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German Citizenship

 

 

Establishment of German Citizenship and Naturalization

Ever since the British voted to leave the EU in June 2016 our law firm has noticed an increased number of requests from British citizens seeking to apply for German citizenship. British citizens living and working in other parts of the EU are reluctant to give up their rights stipulated in the treaties, most importantly the right to freedom of movement and other benefits associated with EU-membership.

The Brexit vote demonstrates that German/ EU citizenship provides a great advantage. Particularly, the fact that there exists no such thing as a EU-wide residence and work permit makes German citizenship more appealing to EU-nationals and third country nationals alike.

There are different ways to obtain German citizenship:

Establishment of German citizenship

In general, German citizenship is determined based on the right of blood (“ius sanguinis”).

In order to determine whether an applicant is a German citizen proof is necessary that the parents were holding German citizenship when the applicant was born. Often, however, the applicant´s ancestors have lived abroad for generations. The starting point of the establishment of citizenship is the ancestor who was born in Germany and resettled to start a new life abroad. It needs to be determined, whether or not German citizenship was passed on to the descendants. And applicants need to bear in mind that citizenship might have been lost due to a variety of reasons, including marriage or naturalization.

Eligible persons can file an application for the establishment of German citizenship.

Naturalization

German citizenship can also be acquired by naturalization.

Firstly, a person can become a naturalized citizen after having legally resided in Germany for a certain amount of time (generally between 6 and 8 years).

Secondly, there is the opportunity of restoration of German citizenship in the course of compensation according to Art. 116 (2) Basic Law.

This provision allows for the application for restoration of citizenship for persons who have been illegitimately stripped of their German citizenship on political, racial or religious grounds between 30th January 1933 and 8th May 1945. The same applies to their descendants. Art. 116 (2) Basic Law is predominantly aimed at persons of Jewish origin, who lost German citizenship during the Nazi Regime.

During that period a large number of Jewish people fled from Germany to seek protection. The descendants of those persons, no matter what country they are now residing, may now be eligible for restoration of German citizenship.

Thirdly, former German citizens or persons with ties with Germany residing abroad may apply for naturalization.  

When it comes to the acquirement of German citizenship it is of utmost importance to keep legislative changes in mind. German law generally does not have retroactive effect. This means that the law effective at the time of the relevant incident (e.g. time of birth) is applicable.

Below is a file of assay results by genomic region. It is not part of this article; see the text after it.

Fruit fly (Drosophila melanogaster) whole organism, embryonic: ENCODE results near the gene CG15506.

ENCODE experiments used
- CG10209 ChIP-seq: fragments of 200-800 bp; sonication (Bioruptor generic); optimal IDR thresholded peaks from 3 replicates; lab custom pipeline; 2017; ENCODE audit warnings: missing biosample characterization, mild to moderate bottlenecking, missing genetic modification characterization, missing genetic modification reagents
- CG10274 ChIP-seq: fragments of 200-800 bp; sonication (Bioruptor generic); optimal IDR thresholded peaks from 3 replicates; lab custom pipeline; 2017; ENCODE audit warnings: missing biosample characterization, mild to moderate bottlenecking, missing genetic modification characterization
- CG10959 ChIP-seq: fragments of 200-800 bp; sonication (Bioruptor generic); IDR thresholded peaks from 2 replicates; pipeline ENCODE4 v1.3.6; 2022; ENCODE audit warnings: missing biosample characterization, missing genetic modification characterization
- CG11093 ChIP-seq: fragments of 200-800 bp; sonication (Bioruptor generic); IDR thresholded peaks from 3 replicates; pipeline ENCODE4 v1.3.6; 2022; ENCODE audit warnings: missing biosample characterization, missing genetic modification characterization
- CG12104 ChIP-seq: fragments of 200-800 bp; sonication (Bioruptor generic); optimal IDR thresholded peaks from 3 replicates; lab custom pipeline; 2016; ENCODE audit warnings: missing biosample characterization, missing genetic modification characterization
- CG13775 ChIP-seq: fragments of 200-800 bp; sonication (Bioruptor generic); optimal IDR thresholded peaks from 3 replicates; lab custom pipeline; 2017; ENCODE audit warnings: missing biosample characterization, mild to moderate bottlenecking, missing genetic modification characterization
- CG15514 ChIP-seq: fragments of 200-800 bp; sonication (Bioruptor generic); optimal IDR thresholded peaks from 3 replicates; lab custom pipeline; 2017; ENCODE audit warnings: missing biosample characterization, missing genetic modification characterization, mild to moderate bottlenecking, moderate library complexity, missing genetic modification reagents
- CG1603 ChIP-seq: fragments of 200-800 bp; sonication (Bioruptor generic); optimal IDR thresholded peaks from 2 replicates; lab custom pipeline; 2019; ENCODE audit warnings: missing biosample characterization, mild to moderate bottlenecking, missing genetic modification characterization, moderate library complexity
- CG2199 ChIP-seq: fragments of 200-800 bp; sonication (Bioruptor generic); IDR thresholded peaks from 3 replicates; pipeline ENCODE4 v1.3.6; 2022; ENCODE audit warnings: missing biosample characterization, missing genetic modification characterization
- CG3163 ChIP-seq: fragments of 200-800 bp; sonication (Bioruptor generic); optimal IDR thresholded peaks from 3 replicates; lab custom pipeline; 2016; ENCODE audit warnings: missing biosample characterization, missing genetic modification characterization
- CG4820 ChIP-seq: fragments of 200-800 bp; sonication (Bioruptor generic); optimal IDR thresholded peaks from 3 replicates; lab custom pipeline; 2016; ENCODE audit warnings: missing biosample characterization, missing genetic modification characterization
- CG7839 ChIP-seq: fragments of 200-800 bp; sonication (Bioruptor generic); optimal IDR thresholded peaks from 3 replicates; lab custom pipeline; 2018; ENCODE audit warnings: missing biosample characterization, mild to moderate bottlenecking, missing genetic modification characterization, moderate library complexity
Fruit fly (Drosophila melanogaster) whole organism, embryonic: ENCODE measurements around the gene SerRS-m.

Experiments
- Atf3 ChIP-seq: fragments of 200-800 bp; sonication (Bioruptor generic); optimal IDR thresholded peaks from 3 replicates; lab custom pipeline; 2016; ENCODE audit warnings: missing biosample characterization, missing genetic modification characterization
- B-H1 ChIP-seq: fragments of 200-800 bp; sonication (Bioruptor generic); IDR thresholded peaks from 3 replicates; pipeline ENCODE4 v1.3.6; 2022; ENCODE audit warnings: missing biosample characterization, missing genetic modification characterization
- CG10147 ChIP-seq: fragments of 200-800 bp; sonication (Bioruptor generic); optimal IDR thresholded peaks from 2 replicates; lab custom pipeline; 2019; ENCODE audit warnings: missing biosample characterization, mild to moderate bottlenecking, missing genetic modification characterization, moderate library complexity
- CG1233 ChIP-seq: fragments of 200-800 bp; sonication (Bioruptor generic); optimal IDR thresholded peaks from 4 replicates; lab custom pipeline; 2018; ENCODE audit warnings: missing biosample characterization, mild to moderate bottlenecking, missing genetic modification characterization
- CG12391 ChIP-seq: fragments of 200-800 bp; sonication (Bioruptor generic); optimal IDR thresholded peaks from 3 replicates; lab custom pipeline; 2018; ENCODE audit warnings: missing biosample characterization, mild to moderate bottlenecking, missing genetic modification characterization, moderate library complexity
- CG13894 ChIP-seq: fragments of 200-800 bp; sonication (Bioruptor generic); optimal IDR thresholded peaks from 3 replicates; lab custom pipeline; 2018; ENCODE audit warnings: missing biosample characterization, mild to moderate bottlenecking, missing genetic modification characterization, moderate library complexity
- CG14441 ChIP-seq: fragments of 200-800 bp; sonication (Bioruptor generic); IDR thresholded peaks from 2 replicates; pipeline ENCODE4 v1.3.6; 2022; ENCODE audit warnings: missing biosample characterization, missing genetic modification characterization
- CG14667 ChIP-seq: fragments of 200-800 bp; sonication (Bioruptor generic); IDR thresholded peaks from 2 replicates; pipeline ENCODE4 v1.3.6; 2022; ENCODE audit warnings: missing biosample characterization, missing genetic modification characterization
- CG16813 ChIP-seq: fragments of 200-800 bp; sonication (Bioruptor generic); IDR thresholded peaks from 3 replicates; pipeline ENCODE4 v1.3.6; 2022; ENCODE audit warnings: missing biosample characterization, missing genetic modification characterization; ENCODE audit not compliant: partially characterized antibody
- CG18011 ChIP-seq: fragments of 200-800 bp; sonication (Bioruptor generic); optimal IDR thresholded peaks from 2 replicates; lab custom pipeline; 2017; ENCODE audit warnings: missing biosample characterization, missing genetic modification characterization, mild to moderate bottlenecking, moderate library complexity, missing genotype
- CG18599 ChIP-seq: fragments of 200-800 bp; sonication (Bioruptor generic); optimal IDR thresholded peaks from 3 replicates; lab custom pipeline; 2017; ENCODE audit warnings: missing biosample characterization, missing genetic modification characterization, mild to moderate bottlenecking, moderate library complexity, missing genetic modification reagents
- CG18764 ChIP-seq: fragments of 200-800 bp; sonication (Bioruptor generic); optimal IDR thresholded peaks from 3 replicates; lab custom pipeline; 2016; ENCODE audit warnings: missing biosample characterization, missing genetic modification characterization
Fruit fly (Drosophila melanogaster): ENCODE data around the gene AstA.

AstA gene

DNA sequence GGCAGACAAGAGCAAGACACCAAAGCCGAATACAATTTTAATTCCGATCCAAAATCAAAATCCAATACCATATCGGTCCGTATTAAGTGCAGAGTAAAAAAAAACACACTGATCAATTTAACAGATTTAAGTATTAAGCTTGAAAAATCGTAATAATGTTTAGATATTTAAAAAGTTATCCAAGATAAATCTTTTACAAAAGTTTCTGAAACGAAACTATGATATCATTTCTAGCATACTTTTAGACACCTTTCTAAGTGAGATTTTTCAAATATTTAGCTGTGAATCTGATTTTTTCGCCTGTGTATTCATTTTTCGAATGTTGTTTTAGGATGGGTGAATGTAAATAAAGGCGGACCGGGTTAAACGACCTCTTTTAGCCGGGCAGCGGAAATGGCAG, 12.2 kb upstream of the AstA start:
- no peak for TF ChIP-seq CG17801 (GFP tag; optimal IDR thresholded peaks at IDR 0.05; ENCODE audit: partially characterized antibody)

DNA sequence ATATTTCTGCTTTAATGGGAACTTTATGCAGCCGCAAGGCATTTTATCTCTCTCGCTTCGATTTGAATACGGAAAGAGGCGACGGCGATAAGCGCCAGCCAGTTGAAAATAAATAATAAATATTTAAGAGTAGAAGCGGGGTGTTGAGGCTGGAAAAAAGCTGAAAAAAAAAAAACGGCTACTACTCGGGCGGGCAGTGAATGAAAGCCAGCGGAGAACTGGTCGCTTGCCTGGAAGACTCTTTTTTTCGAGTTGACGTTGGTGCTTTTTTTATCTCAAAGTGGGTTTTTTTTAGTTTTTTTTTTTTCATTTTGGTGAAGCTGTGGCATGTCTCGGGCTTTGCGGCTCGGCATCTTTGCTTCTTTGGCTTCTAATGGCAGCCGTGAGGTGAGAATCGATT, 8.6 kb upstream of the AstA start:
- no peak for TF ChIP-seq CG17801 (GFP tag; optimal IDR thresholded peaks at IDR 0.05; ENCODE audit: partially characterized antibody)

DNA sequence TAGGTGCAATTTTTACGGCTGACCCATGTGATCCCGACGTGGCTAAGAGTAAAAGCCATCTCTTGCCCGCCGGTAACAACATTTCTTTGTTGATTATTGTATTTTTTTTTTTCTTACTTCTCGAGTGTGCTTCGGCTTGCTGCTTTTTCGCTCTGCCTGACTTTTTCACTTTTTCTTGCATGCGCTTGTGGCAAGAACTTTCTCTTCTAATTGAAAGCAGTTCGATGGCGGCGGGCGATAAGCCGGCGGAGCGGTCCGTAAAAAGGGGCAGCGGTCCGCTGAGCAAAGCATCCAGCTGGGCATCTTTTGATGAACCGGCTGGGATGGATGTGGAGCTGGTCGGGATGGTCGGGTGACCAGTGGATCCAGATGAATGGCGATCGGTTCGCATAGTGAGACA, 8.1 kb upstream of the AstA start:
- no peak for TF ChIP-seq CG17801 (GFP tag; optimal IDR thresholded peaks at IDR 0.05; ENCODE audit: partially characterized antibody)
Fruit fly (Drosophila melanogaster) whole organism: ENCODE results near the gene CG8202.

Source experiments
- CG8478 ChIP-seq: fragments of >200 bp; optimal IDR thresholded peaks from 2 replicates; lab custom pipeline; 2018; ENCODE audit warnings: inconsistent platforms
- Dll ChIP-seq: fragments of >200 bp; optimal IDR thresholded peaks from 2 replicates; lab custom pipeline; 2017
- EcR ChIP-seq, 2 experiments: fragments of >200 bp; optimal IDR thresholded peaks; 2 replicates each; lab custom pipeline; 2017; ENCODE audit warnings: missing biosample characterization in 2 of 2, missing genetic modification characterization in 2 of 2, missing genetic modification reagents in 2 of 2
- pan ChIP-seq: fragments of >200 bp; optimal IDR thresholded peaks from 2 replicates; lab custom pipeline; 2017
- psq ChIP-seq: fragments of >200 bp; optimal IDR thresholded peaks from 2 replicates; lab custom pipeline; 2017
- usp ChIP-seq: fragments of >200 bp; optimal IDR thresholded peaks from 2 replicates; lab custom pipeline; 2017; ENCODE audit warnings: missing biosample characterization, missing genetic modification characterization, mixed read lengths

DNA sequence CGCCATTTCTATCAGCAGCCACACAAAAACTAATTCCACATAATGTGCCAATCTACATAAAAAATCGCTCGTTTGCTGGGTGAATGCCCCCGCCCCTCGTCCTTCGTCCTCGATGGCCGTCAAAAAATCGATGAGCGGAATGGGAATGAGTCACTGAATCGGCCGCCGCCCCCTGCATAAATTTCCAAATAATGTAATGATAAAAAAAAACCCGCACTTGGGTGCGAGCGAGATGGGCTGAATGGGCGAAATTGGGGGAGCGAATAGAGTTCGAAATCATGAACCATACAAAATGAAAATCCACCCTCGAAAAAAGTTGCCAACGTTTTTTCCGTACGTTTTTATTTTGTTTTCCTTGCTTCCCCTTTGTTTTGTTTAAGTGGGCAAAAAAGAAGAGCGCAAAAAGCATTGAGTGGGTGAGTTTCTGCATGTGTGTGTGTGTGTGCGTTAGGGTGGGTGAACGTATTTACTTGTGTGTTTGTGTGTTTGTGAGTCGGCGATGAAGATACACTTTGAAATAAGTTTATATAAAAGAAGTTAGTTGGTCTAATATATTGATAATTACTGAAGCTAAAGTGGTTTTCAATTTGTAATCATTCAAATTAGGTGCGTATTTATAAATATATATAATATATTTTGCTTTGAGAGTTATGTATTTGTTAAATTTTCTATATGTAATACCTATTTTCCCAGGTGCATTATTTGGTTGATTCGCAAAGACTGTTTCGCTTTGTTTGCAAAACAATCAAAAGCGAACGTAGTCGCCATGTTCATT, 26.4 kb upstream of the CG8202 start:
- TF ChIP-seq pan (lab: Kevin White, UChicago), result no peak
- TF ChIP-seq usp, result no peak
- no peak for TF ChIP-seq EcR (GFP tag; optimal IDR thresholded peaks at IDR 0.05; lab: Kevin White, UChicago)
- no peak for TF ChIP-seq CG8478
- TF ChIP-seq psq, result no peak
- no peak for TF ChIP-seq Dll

For example, the current version of Section 4 (1) StAG (German citizenship law) stipulates that a child obtains German citizenship if a parent holds German citizenship. However, from 1933 to 1964 section 4 (1) stated that a child born in wedlock to a German father obtains the father’s German citizenship whereas a child born out of wedlock to a German father obtains the citizenship of the mother. As a result, a child born in wedlock to a foreign father and a German mother was unable to obtain German citizenship.

Today this is an unconstitutional provision which still has consequences. To right this wrong, the Federal Ministry of the Interior has therefore decided that it is in the State´s interest to give descendants of such constellations the opportunity to apply for naturalization. However, amongst other requirements applicants will have to prove particularly close ties with Germany.

Many of our clients worry that by obtaining German citizenship they will have to give up their former citizenship and with it a great deal of their identity. As a matter of fact, Germany generally does not allow dual citizenship. However, there are many exceptions to this rule and our lawyers are happy to advise on the possibilities of dual citizenship.

In the case of a possible Brexit: Britain allows dual citizenship and Germany abstains from its general rule that people who become naturalized have to give up their former citizenship.

People who live abroad may submit their applications for naturalization to German diplomatic and consular missions, who will then submit the applications to the BVA (Federal Administration Office). Applicants who reside within Germany should directly contact the competent immigration office at their place of residence.

 

A great number of British citizens is eager to obtain more information about their options. Between June and August 2016, the German Embassy in London has received hundreds of requests for information about naturalization and formal applications. These numbers will certainly rise.

Naturally, we are happy to provide legal assistance on all issues related to obtaining German citizenship.

Best regards

Katja Ponert (VPMK Lawyer)

 

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